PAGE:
One of the more difficult things to admit as a referee is when you make a mistake. We like to think that mistakes are mostly of the "oops, didn't quite mean it that way" variety, but sometimes mistakes can be much bigger than that.
Probably my earliest big mistake came when I was running a Chivalry & Sorcery adventure for a bunch of players at my local game club. They had encountered a barrow wight, and I ran through the entire encounter without taking into account the serious "fear" ability that the undead creature had. The party went away with a bunch of loot, and I felt bad about it. So when I went back to read up for the next adventure, I came across the rule about inflicting fear - and decided to re-run the entire encounter at the next club meeting. There were howls of protest, but some of them actually went along with it. Looking back on it 30 years later, I still recall this as a moment that I'm not at all proud of. Re-running an encounter? My older self says, "suck it up and learn from it for next time."
Somewhat more recently, I ran a D&D 3rd Edition campaign, with players who were...casual, shall we say, about in-game consequences of their actions. It all came to a head when the paladin in the party started to bargain with the rogue in the party about how to quietly steal from (and possibly murder) a third player-character. The player of the paladin seemed shocked that her deity just might have ideas about such dishonorable and ignoble behavior - and the rest of the party seemed as shocked as she was. That group fell apart for that reason, amongst others. It made me think carefully before starting a long-term campaign with people whose gaming style I was unfamiliar with.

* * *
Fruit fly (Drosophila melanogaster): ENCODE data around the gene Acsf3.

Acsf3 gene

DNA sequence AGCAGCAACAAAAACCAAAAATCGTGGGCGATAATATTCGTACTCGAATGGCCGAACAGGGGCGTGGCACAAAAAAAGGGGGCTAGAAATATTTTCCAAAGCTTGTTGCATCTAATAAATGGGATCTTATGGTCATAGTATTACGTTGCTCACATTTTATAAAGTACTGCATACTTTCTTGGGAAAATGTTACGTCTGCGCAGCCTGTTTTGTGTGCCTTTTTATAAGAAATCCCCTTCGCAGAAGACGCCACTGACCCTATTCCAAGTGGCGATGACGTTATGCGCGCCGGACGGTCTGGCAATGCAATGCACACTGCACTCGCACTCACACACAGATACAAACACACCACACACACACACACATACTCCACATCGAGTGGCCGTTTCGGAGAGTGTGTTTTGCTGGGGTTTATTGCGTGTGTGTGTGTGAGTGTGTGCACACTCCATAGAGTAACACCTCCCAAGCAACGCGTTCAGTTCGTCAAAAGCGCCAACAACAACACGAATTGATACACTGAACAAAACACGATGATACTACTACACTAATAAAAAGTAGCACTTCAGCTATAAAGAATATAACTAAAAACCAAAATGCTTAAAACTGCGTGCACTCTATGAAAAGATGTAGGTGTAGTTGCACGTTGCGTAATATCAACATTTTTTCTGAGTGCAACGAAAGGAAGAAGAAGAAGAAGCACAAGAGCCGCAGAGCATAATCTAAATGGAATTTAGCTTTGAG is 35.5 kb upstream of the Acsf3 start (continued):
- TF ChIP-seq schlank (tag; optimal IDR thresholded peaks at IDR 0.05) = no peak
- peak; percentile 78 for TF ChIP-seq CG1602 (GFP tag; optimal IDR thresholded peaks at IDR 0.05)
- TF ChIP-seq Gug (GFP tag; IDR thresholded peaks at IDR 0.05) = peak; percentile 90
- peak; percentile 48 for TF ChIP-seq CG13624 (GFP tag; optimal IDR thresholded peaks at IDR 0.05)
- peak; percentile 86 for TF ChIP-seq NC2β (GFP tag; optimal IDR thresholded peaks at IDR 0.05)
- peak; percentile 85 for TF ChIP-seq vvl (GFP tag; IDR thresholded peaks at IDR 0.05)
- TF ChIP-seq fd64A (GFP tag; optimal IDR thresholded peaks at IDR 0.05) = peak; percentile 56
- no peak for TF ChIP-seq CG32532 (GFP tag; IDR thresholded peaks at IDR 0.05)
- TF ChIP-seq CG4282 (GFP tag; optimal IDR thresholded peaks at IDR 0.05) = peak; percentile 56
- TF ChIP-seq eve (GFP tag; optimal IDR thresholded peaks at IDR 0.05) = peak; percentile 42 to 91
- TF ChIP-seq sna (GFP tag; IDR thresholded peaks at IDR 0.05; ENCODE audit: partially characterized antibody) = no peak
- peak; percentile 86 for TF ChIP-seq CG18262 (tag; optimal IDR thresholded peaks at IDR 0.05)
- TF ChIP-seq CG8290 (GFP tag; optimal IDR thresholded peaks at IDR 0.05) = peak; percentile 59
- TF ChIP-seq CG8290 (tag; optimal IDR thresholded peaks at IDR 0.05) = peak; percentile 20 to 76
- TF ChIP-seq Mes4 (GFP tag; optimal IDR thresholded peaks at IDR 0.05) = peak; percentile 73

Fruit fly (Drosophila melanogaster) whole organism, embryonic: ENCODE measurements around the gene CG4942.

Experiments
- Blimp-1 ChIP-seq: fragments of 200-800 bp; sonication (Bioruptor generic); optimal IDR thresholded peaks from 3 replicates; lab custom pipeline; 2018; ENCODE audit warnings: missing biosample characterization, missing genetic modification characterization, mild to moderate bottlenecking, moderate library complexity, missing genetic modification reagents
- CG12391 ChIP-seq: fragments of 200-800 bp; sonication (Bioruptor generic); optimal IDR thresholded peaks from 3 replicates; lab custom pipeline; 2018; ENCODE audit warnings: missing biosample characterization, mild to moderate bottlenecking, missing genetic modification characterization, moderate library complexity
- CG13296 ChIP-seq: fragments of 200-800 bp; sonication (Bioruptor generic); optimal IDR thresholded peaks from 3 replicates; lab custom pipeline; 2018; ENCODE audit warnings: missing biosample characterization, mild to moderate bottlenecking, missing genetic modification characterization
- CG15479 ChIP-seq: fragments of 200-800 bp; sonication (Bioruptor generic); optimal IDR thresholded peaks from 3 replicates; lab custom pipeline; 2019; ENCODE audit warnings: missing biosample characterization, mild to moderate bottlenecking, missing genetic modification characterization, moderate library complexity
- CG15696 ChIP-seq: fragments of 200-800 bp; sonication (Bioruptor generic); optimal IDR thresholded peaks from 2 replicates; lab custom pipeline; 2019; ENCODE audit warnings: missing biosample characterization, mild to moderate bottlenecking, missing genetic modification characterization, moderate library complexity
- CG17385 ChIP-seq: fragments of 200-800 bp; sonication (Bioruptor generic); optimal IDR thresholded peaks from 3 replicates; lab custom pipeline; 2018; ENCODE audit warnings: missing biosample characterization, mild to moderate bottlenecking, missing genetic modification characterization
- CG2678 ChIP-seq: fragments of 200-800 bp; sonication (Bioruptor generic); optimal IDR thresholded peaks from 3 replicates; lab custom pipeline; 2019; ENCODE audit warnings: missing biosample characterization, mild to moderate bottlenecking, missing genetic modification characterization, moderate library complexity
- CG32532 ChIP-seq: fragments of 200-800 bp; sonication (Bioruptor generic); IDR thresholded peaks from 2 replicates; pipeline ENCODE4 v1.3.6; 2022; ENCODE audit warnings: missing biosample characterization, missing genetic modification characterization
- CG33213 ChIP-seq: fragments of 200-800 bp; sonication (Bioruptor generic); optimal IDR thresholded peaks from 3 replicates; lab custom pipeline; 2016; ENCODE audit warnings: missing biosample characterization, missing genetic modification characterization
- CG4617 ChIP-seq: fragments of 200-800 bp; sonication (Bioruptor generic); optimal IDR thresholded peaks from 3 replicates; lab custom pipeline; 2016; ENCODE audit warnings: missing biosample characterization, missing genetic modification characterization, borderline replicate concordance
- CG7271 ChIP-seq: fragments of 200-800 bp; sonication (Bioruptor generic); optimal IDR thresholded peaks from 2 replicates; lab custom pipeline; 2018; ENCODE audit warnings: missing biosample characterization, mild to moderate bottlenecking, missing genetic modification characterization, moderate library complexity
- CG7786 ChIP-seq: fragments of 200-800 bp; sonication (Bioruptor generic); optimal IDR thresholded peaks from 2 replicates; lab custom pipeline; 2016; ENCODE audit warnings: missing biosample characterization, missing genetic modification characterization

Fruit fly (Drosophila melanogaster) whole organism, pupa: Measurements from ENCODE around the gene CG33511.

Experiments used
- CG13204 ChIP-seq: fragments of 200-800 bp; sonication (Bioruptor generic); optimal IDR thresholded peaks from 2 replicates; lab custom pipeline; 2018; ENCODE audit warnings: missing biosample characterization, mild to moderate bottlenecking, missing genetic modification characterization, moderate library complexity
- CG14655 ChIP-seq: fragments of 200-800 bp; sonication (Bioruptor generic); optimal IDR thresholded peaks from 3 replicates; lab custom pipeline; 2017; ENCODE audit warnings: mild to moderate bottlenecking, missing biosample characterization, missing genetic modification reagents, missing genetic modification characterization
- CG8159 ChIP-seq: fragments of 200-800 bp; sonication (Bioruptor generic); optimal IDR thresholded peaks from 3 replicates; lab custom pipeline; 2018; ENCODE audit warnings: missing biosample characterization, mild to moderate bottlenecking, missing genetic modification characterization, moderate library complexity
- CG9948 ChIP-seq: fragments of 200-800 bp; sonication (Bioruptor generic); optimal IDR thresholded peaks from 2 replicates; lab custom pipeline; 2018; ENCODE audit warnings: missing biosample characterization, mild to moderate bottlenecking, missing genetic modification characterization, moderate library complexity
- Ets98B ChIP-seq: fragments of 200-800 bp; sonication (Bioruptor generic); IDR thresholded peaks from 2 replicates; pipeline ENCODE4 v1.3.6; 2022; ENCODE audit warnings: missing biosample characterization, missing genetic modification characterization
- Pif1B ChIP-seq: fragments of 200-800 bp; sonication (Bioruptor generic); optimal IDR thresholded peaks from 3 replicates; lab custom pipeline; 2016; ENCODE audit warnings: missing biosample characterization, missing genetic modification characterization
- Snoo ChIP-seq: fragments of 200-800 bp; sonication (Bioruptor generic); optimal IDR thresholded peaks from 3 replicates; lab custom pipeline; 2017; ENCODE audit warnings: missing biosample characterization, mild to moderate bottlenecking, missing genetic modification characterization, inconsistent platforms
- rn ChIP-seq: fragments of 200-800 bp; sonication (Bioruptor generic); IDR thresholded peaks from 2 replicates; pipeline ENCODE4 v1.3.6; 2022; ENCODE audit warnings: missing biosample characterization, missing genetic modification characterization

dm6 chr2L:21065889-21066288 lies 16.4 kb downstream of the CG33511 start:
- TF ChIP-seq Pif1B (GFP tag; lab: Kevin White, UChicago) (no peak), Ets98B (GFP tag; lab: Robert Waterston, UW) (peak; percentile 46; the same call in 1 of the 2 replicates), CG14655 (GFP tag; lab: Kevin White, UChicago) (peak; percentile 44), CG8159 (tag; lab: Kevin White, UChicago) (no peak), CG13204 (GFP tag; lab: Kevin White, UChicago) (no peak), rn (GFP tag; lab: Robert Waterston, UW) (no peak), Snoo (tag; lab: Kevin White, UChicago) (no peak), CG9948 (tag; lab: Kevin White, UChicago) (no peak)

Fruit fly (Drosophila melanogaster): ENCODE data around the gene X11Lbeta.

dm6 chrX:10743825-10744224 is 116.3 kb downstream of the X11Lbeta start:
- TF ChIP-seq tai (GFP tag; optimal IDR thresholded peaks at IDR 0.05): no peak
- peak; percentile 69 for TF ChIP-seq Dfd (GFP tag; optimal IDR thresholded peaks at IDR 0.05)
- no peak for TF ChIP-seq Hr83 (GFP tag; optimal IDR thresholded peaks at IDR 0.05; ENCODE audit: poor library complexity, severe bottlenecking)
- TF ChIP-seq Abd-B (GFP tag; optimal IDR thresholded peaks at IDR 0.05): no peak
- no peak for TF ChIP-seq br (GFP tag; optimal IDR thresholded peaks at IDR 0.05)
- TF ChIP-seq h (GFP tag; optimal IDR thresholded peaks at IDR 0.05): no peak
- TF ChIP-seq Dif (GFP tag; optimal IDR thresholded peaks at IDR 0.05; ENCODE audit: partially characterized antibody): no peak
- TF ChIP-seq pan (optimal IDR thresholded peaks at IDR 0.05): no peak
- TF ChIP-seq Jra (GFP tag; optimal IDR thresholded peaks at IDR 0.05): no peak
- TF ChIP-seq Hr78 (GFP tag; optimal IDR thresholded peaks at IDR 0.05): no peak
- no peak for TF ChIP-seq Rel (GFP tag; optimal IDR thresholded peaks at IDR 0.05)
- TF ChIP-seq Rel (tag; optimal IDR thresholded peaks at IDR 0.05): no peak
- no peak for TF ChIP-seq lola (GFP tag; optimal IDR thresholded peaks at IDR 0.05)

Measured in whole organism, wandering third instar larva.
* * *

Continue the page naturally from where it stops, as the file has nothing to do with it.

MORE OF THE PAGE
Not that long ago, I ended up running an espionage game that was supposed to transition into an Infinite Worlds campaign. We had all gone to see The Bourne Identity, and my players were really pumped up about running spies and doing covert operations. What I hadn't counted on was the complete disinterest on the part of the players to do any real world research about the organizations their characters worked for (CIA, MI5, the Mossad, etc.). The mistake I made was then in providing them with NPCs who would feed them information. Then practically every adventure session started with, "I call home; what do I find out?"
I'd love to be able to say that I've learned enough from all of these experiences (and many others) to have a coherent idea of What It All Means, and How To Improve Your Game in Three Easy Lessons, but it would not be true. The reality is that I find myself having learned from some of these mistakes and doing a bit better - but that's about it. Since I just moved, I don't have a regular gaming group right now, so I know I'm a little rusty....
...which means I'm likely to make a mistake or two in the future. Here's to not rolling a 1 on my next saving throw!
Demon City Appendix N (Part 1: Books)
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